Effect of Home Blood Pressure Telemonitoring With Self-Care Support on Uncontrolled Systolic Hypertension in Diabetics.
Hypertension. 2012 May 21. Logan AG, Irvine MJ, McIsaac WJ, Tisler A, Rossos PG, Easty A, Feig DS, Cafazzo JA. Prosserman Centre for Health Research, Samuel Lunenfeld Research Institute, Department of Medicine, and University Health Network, Granovsky Gluskin Family Medicine Centre, Mount Sinai Hospital Toronto, Ontario, Canada; Department of Family and Community Medicine, Institute of Health Policy, Management, and Evaluation, and Institute of Biomaterials and Biomedical Engineering, University of Toronto, Toronto, Ontario, Canada; Centre for Global eHealth Innovation, University Health Network, Toronto, Ontario, Canada; Department of Psychology, York University, Toronto, Ontario, Canada; 1st Department of Medicine, Semmelweis University, Budapest, Hungary.
Lowering blood pressure reduces cardiovascular risk, yet hypertension is poorly controlled in diabetic patients. In a pilot study we demonstrated that a home blood pressure telemonitoring system, which provided self-care messages on the smartphone of hypertensive diabetic patients immediately after each reading, improved blood pressure control. Messages were based on care paths defined by running averages of transmitted readings. The present study tests the system's effectiveness in a randomized, controlled trial in diabetic patients with uncontrolled systolic hypertension. Of 244 subjects screened for eligibility, 110 (45%) were randomly allocated to the intervention (n=55) or control (n=55) group, and 105 (95.5%) completed the 1-year outcome visit. In the intention-to-treat analysis, mean daytime ambulatory systolic blood pressure, the primary end point, decreased significantly only in the intervention group by 9.1±15.6 mm Hg (SD; P<0.0001), and the mean between-group difference was 7.1±2.3 mm Hg (SE; P<0.005). Furthermore, 51% of intervention subjects achieved the guideline recommended target of <130/80 mm Hg compared with 31% of control subjects (P<0.05). These improvements were obtained without the use of more or different antihypertensive medications or additional clinic visits to physicians. Providing self-care support did not affect anxiety but worsened depression on the Hospital Anxiety and Depression Scale (baseline, 4.1±3.76; exit, 5.2±4.30; P=0.014).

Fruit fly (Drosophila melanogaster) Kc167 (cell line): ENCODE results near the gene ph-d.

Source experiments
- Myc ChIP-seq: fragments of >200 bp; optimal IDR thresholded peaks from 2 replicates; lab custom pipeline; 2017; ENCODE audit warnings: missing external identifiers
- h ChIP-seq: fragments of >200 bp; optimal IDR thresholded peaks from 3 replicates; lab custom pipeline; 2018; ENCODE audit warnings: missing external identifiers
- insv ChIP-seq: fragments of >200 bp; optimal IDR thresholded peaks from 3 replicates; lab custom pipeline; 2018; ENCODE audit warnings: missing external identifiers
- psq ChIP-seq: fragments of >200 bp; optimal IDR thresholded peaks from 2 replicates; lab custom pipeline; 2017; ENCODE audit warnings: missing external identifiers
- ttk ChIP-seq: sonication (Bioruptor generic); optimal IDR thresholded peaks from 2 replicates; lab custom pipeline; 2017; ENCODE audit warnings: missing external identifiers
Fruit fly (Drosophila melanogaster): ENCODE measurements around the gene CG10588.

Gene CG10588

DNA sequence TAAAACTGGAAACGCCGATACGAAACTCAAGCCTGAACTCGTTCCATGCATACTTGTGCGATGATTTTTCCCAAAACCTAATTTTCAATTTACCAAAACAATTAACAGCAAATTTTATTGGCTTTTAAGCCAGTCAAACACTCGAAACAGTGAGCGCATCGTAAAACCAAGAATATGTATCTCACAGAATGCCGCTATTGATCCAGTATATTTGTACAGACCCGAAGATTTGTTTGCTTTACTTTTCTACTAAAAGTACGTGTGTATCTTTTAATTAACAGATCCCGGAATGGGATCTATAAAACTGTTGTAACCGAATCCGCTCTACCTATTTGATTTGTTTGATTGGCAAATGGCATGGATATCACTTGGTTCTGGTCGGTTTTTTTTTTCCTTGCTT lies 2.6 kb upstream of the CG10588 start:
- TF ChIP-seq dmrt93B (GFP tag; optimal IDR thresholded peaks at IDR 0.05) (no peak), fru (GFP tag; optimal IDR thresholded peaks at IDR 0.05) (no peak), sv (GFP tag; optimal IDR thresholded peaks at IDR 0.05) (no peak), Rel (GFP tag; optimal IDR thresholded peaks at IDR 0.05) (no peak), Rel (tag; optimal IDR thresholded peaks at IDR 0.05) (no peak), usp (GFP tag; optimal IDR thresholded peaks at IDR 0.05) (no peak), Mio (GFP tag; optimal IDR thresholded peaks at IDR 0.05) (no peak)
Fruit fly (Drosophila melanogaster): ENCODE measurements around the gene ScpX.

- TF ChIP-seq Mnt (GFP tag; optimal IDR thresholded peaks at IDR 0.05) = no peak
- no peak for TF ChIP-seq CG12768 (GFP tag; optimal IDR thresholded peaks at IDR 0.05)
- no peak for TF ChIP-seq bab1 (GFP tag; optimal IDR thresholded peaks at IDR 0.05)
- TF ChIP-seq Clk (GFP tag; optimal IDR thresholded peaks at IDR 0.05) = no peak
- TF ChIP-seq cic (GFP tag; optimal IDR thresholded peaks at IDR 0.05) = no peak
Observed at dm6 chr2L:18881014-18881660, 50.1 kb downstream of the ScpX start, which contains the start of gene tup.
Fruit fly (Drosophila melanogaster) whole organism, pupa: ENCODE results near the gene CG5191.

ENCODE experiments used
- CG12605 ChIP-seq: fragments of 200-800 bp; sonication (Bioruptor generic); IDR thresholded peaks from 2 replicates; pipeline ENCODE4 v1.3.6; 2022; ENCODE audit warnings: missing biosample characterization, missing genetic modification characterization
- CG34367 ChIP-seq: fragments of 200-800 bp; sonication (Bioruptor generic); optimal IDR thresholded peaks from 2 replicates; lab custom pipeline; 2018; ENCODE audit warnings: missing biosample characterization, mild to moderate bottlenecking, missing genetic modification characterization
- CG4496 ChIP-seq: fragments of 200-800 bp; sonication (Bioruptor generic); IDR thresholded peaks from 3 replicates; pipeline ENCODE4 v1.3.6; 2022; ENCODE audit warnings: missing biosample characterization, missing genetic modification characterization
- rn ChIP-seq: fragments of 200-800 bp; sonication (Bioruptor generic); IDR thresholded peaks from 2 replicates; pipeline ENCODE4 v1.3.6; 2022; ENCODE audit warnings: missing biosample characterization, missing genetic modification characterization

This study demonstrated that home blood pressure telemonitoring combined with automated self-care support reduced the blood pressure of diabetic patients with uncontrolled systolic hypertension and improved hypertension control. Home blood pressure monitoring alone had no effect on blood pressure. Promoting patient self-care may have negative psychological effects.